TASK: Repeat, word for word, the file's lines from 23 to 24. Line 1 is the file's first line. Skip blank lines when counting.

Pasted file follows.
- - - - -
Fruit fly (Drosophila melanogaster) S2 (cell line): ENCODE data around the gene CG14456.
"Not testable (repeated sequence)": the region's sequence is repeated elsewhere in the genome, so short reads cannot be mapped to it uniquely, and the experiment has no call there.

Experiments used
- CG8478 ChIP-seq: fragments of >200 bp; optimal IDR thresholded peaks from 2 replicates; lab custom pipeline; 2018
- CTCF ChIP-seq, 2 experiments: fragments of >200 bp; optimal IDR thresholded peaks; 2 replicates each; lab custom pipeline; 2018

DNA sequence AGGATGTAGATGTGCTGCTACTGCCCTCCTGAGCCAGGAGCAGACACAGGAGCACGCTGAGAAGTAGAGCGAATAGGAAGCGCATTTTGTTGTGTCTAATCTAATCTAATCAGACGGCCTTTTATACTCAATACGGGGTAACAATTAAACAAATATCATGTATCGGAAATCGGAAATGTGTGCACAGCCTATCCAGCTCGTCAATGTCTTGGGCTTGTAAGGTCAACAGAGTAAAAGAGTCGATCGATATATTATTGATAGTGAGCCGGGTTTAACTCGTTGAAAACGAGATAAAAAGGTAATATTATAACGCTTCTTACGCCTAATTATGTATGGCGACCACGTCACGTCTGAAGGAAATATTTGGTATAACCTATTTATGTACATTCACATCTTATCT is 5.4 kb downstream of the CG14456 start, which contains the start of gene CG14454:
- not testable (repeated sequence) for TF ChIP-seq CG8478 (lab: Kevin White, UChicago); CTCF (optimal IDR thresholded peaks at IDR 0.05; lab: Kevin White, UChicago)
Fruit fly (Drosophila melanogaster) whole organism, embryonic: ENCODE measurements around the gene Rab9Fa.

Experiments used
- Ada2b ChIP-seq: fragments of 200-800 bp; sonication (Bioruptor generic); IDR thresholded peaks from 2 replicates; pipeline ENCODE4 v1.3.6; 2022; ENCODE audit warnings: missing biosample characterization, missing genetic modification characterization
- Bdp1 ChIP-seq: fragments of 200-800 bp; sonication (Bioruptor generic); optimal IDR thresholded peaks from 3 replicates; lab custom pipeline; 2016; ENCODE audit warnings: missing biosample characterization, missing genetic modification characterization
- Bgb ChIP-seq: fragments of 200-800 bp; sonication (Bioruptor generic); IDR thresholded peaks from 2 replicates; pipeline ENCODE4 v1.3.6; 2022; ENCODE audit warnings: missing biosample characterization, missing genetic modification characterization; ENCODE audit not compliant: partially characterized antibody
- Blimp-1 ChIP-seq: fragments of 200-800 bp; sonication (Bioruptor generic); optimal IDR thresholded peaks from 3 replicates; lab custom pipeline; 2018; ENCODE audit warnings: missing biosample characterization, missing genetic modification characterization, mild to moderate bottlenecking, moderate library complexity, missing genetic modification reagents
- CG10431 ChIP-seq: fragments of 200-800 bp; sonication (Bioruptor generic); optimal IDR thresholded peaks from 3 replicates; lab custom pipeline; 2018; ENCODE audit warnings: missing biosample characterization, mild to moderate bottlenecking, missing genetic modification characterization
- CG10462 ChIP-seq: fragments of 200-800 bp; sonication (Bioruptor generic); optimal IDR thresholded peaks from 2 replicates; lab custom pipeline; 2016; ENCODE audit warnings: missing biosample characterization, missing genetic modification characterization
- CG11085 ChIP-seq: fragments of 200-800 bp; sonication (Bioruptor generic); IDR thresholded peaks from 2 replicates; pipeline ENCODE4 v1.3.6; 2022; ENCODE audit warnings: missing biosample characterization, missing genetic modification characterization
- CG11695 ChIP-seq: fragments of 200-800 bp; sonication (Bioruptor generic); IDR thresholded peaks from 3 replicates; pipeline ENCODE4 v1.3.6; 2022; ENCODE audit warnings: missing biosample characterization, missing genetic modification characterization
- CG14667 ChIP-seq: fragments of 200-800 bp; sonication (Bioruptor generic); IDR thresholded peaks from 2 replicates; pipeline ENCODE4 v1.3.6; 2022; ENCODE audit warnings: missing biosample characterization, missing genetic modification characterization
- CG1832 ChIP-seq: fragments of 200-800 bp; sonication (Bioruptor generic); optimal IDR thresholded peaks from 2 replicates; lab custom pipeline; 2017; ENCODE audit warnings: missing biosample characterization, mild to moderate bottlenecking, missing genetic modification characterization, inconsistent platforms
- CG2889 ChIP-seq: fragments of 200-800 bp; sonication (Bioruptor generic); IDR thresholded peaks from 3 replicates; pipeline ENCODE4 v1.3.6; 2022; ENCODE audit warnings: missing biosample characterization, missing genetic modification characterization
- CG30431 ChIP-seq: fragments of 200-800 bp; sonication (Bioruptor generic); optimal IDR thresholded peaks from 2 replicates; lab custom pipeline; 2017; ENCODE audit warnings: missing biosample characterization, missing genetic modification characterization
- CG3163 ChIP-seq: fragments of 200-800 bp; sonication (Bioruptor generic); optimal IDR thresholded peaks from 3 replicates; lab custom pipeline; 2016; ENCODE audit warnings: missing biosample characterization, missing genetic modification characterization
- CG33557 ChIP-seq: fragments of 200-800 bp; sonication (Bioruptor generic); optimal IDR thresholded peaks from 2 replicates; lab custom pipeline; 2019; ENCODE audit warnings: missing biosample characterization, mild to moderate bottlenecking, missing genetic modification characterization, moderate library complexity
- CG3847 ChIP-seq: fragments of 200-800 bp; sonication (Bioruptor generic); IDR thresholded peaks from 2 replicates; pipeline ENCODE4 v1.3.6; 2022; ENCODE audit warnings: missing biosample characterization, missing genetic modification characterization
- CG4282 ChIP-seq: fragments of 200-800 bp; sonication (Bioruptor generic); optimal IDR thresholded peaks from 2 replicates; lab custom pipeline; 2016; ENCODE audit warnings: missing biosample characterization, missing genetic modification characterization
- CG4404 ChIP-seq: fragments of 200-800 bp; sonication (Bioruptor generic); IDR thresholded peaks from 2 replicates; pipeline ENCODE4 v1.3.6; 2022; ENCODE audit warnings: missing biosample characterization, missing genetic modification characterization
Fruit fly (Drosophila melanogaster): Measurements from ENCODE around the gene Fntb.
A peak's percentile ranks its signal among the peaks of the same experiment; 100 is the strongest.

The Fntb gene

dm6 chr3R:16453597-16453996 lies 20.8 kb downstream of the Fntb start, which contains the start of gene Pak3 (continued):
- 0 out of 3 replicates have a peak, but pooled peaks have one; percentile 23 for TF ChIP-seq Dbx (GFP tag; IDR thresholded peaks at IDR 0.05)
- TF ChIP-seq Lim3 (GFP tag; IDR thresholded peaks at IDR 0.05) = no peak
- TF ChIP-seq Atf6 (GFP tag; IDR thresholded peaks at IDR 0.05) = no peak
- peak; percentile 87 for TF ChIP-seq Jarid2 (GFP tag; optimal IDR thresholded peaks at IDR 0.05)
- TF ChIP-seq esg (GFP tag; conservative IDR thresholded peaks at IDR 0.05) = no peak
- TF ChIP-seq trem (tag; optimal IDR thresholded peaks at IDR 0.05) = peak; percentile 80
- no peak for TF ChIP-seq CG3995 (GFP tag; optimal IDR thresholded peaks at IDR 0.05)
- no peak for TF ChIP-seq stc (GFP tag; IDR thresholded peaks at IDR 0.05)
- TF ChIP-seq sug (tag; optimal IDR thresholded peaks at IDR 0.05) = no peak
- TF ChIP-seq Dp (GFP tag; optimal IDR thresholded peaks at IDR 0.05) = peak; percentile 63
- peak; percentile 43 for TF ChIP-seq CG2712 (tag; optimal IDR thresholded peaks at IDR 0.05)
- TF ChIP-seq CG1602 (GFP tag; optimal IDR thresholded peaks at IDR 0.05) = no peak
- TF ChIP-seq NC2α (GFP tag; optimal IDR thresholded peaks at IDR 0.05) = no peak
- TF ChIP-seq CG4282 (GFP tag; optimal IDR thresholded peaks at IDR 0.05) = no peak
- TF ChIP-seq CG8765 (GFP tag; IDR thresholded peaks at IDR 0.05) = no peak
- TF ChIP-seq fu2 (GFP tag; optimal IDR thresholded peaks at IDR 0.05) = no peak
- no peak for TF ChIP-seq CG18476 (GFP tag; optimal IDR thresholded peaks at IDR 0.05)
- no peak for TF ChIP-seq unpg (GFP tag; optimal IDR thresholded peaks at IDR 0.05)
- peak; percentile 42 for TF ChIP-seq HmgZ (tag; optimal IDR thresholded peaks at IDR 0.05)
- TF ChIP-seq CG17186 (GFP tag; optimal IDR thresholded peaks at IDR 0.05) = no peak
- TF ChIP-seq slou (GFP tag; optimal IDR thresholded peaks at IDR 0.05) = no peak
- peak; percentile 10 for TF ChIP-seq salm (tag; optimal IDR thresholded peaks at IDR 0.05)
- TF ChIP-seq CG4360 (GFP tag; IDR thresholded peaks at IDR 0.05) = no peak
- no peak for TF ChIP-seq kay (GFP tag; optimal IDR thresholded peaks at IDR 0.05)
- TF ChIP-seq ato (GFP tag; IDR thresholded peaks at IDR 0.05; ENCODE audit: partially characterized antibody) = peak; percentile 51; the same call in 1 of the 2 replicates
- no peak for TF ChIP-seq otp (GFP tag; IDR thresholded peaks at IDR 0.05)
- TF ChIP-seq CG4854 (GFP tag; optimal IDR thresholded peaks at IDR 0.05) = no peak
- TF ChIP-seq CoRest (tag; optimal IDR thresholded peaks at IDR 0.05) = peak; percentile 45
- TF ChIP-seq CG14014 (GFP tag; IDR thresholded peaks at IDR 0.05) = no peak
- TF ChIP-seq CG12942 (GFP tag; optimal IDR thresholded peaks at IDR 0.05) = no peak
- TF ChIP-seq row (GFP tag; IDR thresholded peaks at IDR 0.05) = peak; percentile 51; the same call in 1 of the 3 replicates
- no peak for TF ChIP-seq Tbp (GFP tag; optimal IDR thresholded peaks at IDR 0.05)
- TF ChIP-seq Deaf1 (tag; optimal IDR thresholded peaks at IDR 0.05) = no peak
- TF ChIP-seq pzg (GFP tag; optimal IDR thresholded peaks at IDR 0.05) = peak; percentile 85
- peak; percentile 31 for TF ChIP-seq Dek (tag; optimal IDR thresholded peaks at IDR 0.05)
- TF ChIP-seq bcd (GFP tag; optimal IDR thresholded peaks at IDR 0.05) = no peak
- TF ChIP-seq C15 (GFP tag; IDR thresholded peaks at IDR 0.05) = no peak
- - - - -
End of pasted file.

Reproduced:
- CG33557 ChIP-seq: fragments of 200-800 bp; sonication (Bioruptor generic); optimal IDR thresholded peaks from 2 replicates; lab custom pipeline; 2019; ENCODE audit warnings: missing biosample characterization, mild to moderate bottlenecking, missing genetic modification characterization, moderate library complexity
- CG3847 ChIP-seq: fragments of 200-800 bp; sonication (Bioruptor generic); IDR thresholded peaks from 2 replicates; pipeline ENCODE4 v1.3.6; 2022; ENCODE audit warnings: missing biosample characterization, missing genetic modification characterization